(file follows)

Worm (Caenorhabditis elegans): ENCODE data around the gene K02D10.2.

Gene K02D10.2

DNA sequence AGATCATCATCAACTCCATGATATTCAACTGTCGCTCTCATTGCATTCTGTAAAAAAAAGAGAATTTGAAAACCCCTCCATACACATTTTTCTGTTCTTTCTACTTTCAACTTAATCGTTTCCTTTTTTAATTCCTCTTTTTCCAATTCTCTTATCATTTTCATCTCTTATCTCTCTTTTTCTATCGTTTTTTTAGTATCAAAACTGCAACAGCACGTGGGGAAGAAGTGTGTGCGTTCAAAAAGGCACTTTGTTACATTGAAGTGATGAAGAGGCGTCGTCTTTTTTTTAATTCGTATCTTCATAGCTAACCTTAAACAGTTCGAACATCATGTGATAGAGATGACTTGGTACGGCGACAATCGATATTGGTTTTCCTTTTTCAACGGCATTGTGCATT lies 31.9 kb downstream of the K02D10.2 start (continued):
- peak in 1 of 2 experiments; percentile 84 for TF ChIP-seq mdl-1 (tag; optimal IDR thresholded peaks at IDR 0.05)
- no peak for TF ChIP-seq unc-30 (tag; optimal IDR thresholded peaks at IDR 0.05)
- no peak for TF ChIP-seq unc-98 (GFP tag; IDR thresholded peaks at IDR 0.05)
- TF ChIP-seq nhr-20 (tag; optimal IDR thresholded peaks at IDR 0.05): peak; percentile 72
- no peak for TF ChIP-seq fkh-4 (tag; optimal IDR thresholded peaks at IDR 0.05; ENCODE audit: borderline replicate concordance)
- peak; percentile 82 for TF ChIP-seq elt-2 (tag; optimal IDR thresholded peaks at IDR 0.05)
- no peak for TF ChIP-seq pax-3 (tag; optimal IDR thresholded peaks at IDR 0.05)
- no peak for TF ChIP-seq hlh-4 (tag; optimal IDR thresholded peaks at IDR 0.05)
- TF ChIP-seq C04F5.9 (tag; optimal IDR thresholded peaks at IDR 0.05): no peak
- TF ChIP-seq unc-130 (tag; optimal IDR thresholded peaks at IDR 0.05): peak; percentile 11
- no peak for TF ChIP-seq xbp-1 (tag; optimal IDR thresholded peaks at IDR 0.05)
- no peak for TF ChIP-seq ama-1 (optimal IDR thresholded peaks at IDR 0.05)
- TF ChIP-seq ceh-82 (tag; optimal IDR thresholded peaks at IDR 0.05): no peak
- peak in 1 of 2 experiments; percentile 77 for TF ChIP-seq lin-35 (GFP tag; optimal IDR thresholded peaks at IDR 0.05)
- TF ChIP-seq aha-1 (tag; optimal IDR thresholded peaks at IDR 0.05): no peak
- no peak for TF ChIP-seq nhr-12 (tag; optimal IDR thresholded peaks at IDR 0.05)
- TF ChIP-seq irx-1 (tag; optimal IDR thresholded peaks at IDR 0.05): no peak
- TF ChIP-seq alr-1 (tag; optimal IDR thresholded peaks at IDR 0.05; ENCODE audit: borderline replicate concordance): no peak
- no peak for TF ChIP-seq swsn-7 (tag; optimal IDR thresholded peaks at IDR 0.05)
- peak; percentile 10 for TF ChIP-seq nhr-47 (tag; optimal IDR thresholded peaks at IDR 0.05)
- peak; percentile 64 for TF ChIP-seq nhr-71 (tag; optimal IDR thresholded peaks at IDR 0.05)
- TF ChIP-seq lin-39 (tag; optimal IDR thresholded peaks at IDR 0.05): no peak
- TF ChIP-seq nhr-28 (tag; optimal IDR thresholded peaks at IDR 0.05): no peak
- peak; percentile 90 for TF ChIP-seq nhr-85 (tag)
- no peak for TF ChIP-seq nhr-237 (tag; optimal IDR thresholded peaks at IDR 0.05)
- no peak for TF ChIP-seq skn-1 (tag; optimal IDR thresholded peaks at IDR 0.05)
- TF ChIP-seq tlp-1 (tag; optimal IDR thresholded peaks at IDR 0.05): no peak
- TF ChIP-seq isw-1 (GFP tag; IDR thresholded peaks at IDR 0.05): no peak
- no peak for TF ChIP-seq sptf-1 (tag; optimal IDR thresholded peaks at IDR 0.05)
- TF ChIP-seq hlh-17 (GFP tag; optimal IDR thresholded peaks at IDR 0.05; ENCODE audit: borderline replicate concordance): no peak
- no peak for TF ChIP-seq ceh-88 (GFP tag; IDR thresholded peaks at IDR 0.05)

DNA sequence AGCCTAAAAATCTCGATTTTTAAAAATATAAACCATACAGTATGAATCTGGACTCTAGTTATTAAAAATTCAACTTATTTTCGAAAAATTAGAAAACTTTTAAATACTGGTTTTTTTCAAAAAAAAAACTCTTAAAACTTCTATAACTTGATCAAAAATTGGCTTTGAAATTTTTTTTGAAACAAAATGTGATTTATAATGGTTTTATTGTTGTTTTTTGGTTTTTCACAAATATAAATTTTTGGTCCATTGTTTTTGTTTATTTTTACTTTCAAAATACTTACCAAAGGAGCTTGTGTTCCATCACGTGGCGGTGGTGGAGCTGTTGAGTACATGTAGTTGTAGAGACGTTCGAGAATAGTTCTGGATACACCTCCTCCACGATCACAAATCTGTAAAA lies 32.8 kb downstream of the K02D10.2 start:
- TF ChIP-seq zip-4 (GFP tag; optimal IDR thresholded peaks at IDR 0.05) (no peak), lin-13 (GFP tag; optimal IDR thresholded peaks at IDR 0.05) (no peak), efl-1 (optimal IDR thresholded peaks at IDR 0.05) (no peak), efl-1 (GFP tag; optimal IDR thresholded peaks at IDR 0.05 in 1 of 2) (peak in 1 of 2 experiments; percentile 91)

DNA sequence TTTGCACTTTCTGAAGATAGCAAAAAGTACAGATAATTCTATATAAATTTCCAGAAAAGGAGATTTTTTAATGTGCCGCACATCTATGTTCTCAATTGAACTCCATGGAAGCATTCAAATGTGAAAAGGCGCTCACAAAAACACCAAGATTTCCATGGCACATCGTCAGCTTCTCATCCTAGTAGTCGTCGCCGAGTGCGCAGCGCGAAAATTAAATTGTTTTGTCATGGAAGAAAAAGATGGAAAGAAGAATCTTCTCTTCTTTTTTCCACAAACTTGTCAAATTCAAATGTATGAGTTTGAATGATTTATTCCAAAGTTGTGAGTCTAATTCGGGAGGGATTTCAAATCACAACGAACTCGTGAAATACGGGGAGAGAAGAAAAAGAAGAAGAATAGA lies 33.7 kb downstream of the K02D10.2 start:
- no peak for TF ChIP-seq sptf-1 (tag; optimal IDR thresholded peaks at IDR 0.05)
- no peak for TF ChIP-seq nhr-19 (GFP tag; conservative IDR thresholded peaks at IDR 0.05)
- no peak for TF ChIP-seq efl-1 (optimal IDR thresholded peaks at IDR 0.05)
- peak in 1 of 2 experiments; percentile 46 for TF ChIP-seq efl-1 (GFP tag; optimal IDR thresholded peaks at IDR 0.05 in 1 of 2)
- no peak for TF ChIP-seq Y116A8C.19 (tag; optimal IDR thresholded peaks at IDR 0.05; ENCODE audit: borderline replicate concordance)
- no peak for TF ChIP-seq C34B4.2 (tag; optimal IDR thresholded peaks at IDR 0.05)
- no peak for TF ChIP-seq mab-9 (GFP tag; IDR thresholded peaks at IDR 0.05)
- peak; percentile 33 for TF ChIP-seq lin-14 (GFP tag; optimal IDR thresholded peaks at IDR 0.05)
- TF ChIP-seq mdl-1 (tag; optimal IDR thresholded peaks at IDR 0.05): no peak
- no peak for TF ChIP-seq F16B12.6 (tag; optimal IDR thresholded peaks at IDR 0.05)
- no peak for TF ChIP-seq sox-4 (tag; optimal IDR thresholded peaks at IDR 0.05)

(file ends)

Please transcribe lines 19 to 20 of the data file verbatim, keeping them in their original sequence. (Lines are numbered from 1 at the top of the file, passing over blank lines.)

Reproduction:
- no peak for TF ChIP-seq nhr-12 (tag; optimal IDR thresholded peaks at IDR 0.05)
- TF ChIP-seq irx-1 (tag; optimal IDR thresholded peaks at IDR 0.05): no peak